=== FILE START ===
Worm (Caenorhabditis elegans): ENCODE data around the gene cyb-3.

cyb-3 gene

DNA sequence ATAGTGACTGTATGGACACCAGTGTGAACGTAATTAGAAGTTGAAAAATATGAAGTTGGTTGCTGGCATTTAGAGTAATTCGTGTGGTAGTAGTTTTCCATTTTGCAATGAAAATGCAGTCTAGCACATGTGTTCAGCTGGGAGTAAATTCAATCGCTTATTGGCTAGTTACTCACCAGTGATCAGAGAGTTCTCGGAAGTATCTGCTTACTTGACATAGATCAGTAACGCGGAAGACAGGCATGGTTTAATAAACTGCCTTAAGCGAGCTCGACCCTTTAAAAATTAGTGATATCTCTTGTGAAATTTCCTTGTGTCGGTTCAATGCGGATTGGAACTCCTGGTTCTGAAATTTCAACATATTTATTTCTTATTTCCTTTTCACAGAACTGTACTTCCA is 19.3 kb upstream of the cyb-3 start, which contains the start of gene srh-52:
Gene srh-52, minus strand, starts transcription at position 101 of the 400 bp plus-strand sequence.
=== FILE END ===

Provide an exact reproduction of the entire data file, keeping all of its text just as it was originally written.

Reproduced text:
Worm (Caenorhabditis elegans): ENCODE data around the gene cyb-3.

cyb-3 gene

DNA sequence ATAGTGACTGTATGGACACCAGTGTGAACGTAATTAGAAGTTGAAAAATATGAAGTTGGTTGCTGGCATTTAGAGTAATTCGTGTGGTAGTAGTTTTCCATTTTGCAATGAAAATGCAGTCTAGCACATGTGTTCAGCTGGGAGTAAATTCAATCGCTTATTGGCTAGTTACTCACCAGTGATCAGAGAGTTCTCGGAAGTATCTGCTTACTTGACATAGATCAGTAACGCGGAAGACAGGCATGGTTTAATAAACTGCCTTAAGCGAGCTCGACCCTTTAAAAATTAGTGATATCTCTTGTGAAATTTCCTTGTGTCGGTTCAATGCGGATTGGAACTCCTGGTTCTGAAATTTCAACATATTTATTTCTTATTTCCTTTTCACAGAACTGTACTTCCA is 19.3 kb upstream of the cyb-3 start, which contains the start of gene srh-52:
Gene srh-52, minus strand, starts transcription at position 101 of the 400 bp plus-strand sequence.